Bloggers are in high demand lately. Everyone’s scoring one, and the bigger the pre-existing authority, the better.
Microsoft’s first technology evangelist, Robert Scoble, was a smashing success for the company. When he left Microsoft for Podtech, the gaping hole had to be filled. Their first hire was Jon Udell, and now they’ve hired Micheal Gartenberg of Jupiter Research.
From Marshall K at TechCrunch:
Gartenberg has served as the Jupiter Research vice president and research director for the Personal Technology & Access and Custom Research groups. He’s a highly respected analyst who was quoted extensively by press upon the release of Vista. ”The challenge,” Gartenberg said about Vista two weeks ago, “is that it’s the only product on the market that has to appeal to the CIOs of Fortune 500 companies and my mother all at the same time.” Presumably Gartenberg’s mother is now more favorably inclined than she might have been before.
The announcement has been received warmly but a few questions have been raised. It’s a perfect example of one of today’s leading questions: is the benefit of bringing a respected public figure onto the payroll greater than the potential loss of credibility that person risks?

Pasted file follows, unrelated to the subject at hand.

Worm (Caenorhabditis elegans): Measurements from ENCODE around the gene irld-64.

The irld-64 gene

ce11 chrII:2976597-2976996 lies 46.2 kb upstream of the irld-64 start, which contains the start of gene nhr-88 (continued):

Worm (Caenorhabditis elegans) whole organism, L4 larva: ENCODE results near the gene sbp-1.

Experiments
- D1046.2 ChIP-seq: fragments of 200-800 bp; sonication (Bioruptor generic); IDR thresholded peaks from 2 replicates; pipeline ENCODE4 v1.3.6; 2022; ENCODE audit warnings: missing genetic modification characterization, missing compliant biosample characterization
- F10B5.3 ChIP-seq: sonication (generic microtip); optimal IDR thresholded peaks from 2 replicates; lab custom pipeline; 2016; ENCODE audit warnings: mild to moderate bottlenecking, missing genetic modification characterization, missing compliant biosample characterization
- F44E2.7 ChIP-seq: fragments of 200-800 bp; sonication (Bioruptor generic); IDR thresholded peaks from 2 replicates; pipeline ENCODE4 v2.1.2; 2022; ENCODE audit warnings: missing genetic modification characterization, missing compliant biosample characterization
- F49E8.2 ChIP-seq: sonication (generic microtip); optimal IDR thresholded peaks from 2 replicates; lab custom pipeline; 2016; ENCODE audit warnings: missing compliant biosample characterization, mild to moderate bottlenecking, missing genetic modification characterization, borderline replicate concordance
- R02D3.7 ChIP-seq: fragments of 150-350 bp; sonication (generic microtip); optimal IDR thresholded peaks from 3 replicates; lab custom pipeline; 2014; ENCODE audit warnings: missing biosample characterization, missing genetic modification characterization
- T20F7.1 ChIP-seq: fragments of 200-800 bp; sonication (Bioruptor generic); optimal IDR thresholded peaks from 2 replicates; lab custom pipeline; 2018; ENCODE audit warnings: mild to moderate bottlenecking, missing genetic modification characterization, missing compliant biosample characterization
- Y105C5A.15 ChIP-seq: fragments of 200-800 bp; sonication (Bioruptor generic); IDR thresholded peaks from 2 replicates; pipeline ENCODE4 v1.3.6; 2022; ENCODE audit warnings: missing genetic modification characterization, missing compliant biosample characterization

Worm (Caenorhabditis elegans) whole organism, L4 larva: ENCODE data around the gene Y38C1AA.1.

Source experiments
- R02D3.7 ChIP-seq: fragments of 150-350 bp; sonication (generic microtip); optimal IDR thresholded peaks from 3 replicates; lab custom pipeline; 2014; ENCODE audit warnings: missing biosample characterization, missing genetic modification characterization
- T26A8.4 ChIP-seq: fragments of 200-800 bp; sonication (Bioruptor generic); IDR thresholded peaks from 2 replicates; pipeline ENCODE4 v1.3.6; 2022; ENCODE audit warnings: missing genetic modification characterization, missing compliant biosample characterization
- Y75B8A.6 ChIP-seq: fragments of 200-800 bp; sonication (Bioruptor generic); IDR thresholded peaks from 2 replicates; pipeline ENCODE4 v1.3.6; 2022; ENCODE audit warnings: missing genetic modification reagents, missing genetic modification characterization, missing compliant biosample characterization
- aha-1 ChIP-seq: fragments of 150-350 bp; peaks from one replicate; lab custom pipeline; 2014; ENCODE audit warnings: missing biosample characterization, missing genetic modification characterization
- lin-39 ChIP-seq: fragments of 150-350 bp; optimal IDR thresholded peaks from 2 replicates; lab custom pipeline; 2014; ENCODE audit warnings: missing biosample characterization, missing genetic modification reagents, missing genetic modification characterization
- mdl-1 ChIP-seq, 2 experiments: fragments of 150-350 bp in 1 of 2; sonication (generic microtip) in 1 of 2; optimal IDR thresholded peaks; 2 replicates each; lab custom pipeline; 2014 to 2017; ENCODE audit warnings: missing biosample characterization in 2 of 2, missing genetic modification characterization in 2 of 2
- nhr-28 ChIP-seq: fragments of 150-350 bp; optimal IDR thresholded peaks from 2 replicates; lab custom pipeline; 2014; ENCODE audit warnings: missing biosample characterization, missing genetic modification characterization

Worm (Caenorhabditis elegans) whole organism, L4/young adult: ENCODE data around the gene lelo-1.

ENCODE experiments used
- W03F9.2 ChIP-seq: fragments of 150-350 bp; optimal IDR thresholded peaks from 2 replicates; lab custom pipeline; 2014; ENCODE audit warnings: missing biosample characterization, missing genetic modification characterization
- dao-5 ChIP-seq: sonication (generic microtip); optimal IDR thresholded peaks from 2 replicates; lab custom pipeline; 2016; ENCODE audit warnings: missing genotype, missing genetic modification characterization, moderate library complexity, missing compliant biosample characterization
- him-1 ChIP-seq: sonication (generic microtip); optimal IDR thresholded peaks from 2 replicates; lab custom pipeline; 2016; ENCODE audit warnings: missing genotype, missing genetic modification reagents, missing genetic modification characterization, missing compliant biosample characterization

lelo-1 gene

I’m not sure there is a considerable amount of credibility lost, but that really depends on how smooth the transition turns out to be… I think that Anil Dash‘s comment set the tone succinctly, however.
As excited as I am for the increasing respect and attention being paid to the need for technology evangelism, I’m frustrated that there’s still a focus on the horse-trading aspect of nabbing a “big” blogger. These aren’t sports teams — the only thing that matters when a tech company hires a blogger, journalist, or analyst is if that person’s work helps grow the company, increase customer satisfaction, and move the industry forward.
He also makes mention of a question that has been plaguing me, but I haven’t had the words to express in such a concise manner.
The disclosure fixation is very often a loud distraction, shifting focus from the hard question of whether all of us are helping our companies succeed. And all the debates about “is this a conflict of interest?” often act as a topic of discussion when the things we’re blogging about weren’t interesting enough to attract attention on their own.
Is disclosure for disclosure’s sake all that important? I work with several companies. I’ve listed them on my blog. I don’t, however, mention that I am being paid by them in every post I write. If I did that, I’d be a moron.
Do we go overboard in our rush to not be called a shill, to the detriment of our clients/employers?